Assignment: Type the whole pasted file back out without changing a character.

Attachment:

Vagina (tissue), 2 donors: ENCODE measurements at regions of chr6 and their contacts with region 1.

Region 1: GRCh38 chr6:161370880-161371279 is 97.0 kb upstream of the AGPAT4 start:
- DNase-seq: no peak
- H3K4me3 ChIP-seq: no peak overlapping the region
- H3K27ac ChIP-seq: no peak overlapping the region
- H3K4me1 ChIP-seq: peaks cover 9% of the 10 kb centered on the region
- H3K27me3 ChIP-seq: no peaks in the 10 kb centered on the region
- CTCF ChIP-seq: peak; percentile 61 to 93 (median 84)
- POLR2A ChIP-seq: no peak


Vagina (tissue), 2 donors: ENCODE measurements at regions of chr6 and their contacts with region 1.

Region 1: GRCh38 chr6:161370880-161371279 is 97.0 kb upstream of the AGPAT4 start:
- DNase-seq: no peak
- H3K4me3 ChIP-seq: no peak overlapping the region
- H3K27ac ChIP-seq: no peak overlapping the region
- H3K4me1 ChIP-seq: peaks cover 9% of the 10 kb centered on the region
- H3K27me3 ChIP-seq: no peaks in the 10 kb centered on the region
- CTCF ChIP-seq: peak; percentile 61 to 93 (median 84)
- POLR2A ChIP-seq: no peak